One fact that most Filipinos overlook is the fact that in the Filipino alphabet, ng is a single letter, not two. It’s how we represent the /ŋ/ (voiced velar nasal) sound.
Also, if you think a letter was needlessly included in the Filipino alphabet, it’s probably because it’s used in a local language you don’t know about. We’re mostly using “foreign” letters
like Z, C, V, and F for proper nouns, but there are local languages that actually use these letters natively, and to them, these are not borrowed from western
orthographies but are letters that represent sounds they’ve always used. The Filipino orthography was developed so the Filipino language can easily and properly loan words from languages
local to the Philippines.
This is also why I don’t agree when people define Filipino as just standardized Tagalog. Maybe that would’ve been true at one point, but the orthography we have is actually inclusive of all
languages in the country.
I find this really interesting because this is the first time I’m hearing of this. At first I thought that this tilde over the g was removed for practical reasons. Considering how
much of a struggle it is to write ñ in typed documents, maybe it was seen fit to just remove the tilde on ng since people recognized it as a single phoneme anyway. At least this is my
speculation, as I cannot find a source on why it was removed in the first place.
I am inclined to disagree with this replacement of ñ with the ny digraph. In this case, Niño is a proper noun, and it does not feel right to replace it with the digraph,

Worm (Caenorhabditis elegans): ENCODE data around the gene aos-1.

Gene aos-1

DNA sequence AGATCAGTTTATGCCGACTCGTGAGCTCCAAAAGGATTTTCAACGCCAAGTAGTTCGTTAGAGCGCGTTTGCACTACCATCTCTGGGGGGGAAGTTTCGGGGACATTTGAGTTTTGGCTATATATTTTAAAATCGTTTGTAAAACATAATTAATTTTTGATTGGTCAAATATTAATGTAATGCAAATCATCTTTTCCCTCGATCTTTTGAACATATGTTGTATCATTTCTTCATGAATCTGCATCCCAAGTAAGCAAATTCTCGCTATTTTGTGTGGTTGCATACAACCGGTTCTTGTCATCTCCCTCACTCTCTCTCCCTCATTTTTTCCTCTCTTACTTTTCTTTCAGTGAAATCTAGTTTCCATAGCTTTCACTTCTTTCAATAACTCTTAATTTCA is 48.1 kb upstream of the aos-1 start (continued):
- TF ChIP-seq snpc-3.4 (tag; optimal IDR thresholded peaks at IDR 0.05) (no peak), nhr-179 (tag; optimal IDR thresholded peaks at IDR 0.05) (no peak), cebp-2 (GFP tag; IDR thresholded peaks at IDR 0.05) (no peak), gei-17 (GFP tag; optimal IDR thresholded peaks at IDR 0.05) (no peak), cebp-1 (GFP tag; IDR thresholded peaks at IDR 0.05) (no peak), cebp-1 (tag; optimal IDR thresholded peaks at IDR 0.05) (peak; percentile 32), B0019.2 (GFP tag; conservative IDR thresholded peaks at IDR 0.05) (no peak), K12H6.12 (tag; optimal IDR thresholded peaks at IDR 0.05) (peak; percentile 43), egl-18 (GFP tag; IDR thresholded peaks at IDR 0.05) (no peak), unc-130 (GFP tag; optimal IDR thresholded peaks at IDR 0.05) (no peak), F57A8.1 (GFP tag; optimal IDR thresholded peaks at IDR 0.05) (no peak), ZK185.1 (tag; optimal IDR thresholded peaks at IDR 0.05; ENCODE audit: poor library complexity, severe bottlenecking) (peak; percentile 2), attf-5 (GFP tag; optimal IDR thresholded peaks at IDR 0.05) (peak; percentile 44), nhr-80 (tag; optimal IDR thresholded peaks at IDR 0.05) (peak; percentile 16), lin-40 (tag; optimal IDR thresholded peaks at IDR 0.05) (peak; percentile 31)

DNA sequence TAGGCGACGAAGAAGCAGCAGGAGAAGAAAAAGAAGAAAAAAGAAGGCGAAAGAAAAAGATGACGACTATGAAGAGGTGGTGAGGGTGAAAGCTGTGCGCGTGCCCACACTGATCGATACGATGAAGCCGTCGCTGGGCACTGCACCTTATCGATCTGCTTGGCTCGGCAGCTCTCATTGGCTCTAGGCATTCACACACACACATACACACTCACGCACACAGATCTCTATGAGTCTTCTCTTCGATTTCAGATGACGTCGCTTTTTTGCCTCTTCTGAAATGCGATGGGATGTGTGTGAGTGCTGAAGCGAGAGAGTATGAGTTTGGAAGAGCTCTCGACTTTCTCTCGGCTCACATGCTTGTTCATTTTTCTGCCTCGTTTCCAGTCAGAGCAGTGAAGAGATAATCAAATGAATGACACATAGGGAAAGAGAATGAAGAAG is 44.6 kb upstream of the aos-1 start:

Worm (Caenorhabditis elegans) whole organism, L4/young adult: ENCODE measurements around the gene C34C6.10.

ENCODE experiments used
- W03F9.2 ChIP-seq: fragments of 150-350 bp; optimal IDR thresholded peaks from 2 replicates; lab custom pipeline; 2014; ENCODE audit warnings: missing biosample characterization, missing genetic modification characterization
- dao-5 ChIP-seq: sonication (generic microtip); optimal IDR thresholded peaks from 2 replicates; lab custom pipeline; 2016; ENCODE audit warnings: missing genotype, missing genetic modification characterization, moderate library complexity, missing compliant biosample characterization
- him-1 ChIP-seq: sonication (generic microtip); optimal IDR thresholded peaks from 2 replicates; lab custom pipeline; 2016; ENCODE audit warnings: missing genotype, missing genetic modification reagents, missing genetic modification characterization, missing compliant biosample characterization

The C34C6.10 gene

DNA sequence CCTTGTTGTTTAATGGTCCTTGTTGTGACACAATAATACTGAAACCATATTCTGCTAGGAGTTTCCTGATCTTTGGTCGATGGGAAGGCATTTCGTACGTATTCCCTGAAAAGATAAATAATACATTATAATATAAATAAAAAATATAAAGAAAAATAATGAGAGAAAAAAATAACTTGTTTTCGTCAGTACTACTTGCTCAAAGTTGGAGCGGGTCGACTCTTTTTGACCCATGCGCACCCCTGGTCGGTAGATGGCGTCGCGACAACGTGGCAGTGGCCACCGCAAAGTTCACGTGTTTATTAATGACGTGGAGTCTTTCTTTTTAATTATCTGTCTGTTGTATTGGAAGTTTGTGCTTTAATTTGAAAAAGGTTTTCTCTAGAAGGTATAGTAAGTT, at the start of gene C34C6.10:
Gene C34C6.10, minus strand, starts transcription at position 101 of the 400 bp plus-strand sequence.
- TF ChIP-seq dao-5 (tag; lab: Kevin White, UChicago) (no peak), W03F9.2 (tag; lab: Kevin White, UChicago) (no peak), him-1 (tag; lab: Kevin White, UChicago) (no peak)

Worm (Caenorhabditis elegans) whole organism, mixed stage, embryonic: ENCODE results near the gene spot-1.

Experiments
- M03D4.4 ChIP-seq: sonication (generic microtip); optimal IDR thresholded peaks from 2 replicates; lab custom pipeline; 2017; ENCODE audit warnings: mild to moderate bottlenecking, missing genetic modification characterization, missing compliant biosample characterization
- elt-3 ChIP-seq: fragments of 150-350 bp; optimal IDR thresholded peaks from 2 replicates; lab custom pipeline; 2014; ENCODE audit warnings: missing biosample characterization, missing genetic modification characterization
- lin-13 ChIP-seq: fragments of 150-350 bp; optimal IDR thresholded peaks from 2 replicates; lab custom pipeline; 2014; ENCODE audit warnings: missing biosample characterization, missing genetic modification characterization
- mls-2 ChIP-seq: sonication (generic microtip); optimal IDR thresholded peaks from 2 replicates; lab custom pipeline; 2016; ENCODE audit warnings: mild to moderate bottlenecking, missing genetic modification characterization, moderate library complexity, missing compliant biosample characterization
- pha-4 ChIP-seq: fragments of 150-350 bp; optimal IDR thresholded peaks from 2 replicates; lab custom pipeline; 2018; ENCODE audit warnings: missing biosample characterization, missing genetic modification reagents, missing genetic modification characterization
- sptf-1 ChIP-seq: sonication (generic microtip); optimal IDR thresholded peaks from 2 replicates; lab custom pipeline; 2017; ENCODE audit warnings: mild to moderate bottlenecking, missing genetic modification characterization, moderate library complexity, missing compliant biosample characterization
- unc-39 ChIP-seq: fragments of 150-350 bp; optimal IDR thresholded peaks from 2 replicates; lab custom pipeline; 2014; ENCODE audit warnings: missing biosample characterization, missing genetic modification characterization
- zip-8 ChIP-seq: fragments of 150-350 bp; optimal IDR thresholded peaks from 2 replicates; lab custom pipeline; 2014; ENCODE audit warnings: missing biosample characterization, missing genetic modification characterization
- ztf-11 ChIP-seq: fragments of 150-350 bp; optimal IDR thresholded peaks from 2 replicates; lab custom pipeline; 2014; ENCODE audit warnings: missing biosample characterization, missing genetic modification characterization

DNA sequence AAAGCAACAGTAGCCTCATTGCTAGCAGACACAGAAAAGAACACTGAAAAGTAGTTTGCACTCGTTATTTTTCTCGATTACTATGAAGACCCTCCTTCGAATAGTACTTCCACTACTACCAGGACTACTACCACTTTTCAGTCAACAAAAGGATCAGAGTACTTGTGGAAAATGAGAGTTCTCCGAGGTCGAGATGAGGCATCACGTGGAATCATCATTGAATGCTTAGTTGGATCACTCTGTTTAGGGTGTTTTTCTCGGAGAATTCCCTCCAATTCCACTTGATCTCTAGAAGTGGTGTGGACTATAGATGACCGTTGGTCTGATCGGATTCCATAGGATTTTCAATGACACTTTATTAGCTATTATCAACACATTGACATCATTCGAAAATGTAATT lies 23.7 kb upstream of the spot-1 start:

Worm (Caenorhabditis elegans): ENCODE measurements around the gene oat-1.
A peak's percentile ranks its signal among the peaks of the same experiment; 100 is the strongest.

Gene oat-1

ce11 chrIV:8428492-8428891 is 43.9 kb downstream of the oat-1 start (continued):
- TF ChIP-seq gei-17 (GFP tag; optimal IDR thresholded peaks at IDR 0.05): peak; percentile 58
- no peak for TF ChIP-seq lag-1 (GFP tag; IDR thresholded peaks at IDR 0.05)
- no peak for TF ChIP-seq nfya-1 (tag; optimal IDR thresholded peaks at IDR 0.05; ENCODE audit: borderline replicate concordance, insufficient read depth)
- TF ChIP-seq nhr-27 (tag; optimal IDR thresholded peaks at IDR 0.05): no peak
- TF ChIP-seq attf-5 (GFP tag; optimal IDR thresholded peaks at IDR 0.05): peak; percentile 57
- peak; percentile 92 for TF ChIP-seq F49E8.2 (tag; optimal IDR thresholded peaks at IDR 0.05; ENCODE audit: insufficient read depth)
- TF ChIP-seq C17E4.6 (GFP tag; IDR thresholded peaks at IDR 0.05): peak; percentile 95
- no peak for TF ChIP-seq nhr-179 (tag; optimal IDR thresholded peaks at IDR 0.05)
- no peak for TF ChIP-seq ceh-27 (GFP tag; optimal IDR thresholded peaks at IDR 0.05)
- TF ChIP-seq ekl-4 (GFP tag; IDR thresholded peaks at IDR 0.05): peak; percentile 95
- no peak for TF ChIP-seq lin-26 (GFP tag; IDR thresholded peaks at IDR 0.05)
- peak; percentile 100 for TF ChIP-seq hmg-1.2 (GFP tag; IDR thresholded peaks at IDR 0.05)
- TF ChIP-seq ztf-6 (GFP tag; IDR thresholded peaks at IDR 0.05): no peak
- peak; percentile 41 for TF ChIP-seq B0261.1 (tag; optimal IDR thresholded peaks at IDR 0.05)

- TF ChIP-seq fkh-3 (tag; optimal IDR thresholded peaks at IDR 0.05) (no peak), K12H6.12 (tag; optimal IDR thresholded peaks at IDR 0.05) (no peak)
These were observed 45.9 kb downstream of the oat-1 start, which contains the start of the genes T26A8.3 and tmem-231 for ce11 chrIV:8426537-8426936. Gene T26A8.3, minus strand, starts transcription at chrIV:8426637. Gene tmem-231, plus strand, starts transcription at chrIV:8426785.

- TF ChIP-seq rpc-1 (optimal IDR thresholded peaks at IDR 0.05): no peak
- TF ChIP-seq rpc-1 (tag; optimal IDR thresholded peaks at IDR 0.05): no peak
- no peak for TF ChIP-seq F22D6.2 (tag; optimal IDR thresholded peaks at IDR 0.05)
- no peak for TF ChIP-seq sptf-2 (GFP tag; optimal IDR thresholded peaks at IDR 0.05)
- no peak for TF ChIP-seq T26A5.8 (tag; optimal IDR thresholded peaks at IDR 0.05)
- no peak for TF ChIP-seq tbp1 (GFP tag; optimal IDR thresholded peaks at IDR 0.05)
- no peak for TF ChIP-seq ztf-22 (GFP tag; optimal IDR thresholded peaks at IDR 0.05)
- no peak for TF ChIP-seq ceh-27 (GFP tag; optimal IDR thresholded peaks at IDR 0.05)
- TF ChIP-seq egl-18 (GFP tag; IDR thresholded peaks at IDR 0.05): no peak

especially when Filipino has a word “ninyo”.
The Filipino orthography specifically retained ñ among others for the purpose of using it to spell loan words and technical terms from international languages as is mentioned by this passage
from the book Pagpaplanong Wika at Filipino.
I was, however, intrigued by their statement about how the obsolete tilde on g takes away from Filipino orthography. This is what they have to say about it:
This is a valid criticism of Filipino orthography. I agree that such weakness could be resolved by just retaining the tilde on g. However, I personally believe that dropping the
ng digraph and replacing it with ŋ would be the better choice. It’s a single character that would be theoretically easy to type on a Filipino keyboard. This would, however, be
a tedious task for people with physical keyboards, as right now, there’s no keyboard that support this character out of the box. The character g̃ is easier to type in this case, or at least
as easy as people do ñ. And it would be an even lesser adjustment for everyone since it’s just a matter of restoring a tilde accent. Making it optional just like the existing accents in
Filipino would even make this option a no-brainer.